An internal government watchdog has found that the Department of Veterans Affairs (VA) prematurely denied thousands of claims related to water contamination at the Camp Lejeune military base.
Meanwhile, California has approved a ban on gas-powered cars, and Utah is suing the Biden administration over restored boundaries for national monuments.
Thousands of victims’ claims mishandled: watchdog
The Department of Veterans Affairs (VA) mishandled up to 1 in 3 veterans’ claims relating to water contamination at Camp Lejeune, according to a report released Thursday by the department’s Office of Inspector General (OIG).
- Some 1 million people may have been exposed to contaminated water at the training facility between August 1953 and December 1987, according to the OIG report. OIG investigators found that the department prematurely denied more than 17,000 of the claims before sending the claimants’ letters asking for further documentation of exposure.
- In another 2,300 cases, the department recorded incorrect effective dates for benefit eligibility, according to the report. Not all the mishandled cases would necessarily have resulted in benefit payouts, but veterans were underpaid by at least $13.8 million over a four-year period due to failure to assign the earliest effective date, according to the watchdog.
The big problem: The contaminants in question are associated with a number of medical conditions and complications, including kidney cancer, liver cancer, Parkinson’s disease and non-Hodgkin’s lymphoma. The VA has also expanded eligibility for disability payments to people who have a different condition than the eight listed that they can prove is connected to exposure to contaminated water.
“The OIG found that errors were less likely to occur at the Louisville Regional Office, which processes most Camp Lejeune-related claims; staff from other VA regional offices lacked experience processing these claims,” the report states.
The watchdog recommended the Veterans Benefits Administration either develop a plan to reduce the processing errors at regional offices or centralize Camp Lejeune-related claims at the Louisville office.
California approves 2035 sales ban for gas cars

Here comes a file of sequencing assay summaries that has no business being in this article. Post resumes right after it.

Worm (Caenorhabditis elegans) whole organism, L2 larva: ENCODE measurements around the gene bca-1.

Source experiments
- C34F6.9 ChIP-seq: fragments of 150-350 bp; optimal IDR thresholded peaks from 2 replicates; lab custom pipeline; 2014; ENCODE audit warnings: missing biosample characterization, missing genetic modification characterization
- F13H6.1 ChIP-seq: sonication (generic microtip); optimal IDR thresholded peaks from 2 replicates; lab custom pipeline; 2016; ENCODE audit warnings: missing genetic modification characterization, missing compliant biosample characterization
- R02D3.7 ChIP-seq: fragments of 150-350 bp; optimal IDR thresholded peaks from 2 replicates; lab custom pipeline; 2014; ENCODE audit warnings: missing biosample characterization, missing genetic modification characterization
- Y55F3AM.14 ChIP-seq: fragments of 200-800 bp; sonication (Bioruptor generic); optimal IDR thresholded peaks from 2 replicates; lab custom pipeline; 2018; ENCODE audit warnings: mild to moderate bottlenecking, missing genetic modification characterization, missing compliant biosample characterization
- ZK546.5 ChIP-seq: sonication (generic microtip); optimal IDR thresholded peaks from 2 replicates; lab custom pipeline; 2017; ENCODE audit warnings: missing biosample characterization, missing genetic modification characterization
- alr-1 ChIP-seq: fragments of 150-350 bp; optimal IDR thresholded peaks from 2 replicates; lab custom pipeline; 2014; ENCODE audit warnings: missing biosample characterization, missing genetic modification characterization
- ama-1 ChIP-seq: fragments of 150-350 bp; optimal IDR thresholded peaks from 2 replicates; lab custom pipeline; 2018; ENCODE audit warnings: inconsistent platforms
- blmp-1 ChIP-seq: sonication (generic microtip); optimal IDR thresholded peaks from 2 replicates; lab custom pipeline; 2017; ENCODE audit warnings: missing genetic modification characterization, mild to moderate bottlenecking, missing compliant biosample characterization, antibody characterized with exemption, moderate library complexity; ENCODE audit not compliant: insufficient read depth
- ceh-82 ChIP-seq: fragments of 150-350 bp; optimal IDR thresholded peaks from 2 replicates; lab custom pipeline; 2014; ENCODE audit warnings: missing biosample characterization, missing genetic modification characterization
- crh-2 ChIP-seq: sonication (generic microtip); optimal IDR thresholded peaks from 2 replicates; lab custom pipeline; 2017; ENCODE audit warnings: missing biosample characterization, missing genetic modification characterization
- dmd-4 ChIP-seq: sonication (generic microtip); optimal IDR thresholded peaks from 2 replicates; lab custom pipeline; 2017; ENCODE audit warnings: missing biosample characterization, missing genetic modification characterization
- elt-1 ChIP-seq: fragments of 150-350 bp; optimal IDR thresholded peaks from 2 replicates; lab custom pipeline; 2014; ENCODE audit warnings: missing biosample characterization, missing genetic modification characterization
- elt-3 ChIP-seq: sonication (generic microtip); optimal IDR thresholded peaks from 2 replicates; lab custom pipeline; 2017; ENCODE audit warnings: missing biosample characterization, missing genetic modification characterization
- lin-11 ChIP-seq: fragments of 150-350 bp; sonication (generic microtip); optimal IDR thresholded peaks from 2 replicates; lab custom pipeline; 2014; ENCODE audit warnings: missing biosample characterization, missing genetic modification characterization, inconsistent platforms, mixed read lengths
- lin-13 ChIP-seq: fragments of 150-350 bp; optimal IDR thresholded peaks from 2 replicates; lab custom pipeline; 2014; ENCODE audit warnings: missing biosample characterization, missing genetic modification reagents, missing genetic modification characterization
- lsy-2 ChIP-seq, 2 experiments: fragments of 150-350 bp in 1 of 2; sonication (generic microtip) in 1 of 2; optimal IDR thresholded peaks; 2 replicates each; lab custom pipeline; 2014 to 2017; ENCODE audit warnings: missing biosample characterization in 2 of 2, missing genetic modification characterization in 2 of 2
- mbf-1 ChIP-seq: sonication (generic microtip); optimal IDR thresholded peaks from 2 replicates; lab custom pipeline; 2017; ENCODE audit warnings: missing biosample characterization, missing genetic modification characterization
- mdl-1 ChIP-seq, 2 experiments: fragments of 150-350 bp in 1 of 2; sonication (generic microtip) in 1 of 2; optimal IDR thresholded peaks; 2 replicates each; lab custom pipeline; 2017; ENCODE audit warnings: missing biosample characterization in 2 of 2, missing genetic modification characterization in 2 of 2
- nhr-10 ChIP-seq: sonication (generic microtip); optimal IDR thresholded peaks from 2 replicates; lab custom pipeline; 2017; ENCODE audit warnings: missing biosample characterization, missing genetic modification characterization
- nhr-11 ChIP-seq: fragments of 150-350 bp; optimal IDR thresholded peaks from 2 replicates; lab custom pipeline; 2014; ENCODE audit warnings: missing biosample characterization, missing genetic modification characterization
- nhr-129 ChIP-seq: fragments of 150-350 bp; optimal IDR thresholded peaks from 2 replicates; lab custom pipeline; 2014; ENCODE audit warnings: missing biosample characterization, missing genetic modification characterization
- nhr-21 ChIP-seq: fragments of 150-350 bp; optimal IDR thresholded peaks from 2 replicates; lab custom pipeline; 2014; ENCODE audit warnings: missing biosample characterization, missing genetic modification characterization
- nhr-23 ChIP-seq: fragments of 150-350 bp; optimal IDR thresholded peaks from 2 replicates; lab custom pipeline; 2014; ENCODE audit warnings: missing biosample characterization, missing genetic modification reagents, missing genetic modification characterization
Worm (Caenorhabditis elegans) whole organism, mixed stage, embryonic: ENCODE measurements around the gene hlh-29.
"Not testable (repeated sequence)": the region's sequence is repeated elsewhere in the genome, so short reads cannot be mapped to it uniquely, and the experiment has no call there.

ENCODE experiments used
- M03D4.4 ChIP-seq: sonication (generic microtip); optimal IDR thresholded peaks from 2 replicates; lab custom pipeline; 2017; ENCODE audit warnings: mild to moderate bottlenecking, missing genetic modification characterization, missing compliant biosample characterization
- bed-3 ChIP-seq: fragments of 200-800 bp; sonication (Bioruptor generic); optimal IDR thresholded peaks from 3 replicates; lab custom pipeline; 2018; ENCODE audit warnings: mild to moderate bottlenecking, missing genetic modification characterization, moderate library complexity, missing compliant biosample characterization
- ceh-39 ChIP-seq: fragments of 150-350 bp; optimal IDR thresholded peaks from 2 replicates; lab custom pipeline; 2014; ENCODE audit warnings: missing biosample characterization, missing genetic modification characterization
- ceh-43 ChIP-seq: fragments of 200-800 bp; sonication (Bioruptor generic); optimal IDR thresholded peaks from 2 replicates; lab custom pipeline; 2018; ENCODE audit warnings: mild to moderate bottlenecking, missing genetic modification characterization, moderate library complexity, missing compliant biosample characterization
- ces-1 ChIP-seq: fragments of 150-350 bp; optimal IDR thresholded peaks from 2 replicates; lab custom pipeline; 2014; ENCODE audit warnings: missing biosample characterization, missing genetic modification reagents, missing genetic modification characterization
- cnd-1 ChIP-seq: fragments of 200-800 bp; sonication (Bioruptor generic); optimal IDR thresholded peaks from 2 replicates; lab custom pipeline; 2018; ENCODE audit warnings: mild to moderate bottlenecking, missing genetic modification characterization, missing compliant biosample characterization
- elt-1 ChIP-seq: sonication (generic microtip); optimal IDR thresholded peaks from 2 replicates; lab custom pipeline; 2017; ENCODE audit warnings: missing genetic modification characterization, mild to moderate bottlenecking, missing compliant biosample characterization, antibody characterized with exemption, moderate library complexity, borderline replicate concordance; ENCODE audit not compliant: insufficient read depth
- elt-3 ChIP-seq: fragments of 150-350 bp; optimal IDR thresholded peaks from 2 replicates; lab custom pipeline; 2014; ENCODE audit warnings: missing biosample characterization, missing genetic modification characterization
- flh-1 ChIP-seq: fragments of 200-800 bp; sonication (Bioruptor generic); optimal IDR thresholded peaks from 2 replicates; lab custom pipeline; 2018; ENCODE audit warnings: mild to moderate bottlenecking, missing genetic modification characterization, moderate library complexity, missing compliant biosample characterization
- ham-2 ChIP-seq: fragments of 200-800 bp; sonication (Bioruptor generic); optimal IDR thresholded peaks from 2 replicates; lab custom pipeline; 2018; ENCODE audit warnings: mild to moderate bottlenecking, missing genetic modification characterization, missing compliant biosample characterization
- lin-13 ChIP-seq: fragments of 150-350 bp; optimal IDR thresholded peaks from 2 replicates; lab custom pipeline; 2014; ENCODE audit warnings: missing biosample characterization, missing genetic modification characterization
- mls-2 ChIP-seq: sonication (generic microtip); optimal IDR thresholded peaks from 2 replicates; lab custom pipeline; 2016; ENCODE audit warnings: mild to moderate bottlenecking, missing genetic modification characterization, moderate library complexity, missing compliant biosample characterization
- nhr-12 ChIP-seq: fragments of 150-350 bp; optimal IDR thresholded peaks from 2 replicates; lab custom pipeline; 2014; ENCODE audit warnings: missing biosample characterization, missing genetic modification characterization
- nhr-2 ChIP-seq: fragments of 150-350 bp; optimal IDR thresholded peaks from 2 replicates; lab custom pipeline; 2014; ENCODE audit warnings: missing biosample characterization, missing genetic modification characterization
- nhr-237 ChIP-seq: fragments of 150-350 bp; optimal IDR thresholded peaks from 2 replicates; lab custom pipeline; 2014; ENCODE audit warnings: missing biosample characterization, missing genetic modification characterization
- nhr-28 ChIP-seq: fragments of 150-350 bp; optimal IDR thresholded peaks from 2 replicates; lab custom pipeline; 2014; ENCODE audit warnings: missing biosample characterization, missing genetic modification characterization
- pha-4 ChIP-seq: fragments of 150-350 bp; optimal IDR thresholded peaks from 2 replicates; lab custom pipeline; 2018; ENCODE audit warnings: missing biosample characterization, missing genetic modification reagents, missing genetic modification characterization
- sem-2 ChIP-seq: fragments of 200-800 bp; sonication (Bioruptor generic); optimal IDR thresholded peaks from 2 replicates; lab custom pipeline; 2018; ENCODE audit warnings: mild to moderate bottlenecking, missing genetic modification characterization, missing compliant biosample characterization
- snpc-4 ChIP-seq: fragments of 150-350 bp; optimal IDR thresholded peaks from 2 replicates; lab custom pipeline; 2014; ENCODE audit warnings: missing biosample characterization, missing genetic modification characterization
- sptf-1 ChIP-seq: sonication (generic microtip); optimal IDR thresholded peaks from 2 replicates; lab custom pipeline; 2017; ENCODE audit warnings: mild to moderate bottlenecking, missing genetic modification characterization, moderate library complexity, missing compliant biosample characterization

The California Air Resources Board voted on Thursday to ban the sale of gas-powered cars starting in 2035.
- The state’s Advanced Clean Cars II rule would ratchet up the proportion of electric or non-emitting cars required to be sold in the state annually, until new sales must be 100 percent electric starting in 2035.
- The rule is expected to have impacts beyond California’s borders, as other states can also adopt the standards. Officials from New York, Oregon, Washington state and Rhode Island told CNN that they plan to adopt California’s rule.
The measure is aimed at both limiting the state’s contribution to climate change and bettering public health by exposing fewer people to pollution like smog.
“California now has a groundbreaking, world-leading plan to achieve 100 percent zero-emission vehicle sales by 2035. It’s ambitious, it’s innovative, it’s the action we must take if we’re serious about leaving this planet better off for future generations,” California Gov. Gavin Newsom (D) said in a statement shared with The Hill.
The Air Resources Board found that battery-electric vehicles are likely to be about even cost-wise with gas-powered vehicles by 2030, and it estimated that by 2035, consumers are likely to save $7,900 in maintenance and operational costs over the first 10 years of electric vehicle ownership.
UTAH SUES BIDEN OVER MONUMENT BOUNDARIES
The state of Utah is suing the Biden administration over its decision to restore the size of two national monuments that were shrunk by then-President Trump.
- The size of the Grand Staircase-Escalante and Bears Ears monuments, both located in Utah, were cut by nearly half and about 85 percent, respectively, during the Trump administration.
- These monuments were initially designated under the Clinton and Obama administrations.
In deciding to restore the monuments’ original sizes, Biden invoked tribal rights, calling Bears Ears “a place of healing … a place of reverence, a sacred homeland to hundreds of generations of native peoples.”
But, the state of Utah and two of its counties argued in court that the monuments are too big and a violation of the Antiquities Act, which gives presidents the right to protect historic landmarks and other areas of significance.
They specifically argued that Biden’s move was not compatible with the part of the law that says parcels put aside for protections “shall be confined to the smallest area compatible with the proper care and management of the objects to be protected.”
And they said that Biden’s move would “stifle local economic activity, impact local culture and tradition, lock up potentially critical minerals, destroy jobs, and impose exasperating and costly burdens on local and state governments.”
WHAT WE’RE READING
- The EPA Just Quietly Got Stronger (The Atlantic)
- Texas grid avoids summer blackouts with $1 billion in extra spending (Reuters)
- Pace of Climate Change Sends Economists Back to Drawing Board (The New York Times)
- Dinosaur tracks from 113 million years ago uncovered due to severe drought conditions at Dinosaur Valley State Park (CNN)
- Appalachian, Indigenous pipeline foes say climate deal ‘left us to burn’ (The Washington Post)
That’s it for today, thanks for reading. Check out The Hill’s Energy & Environment page for the latest news and coverage. We’ll see you tomorrow.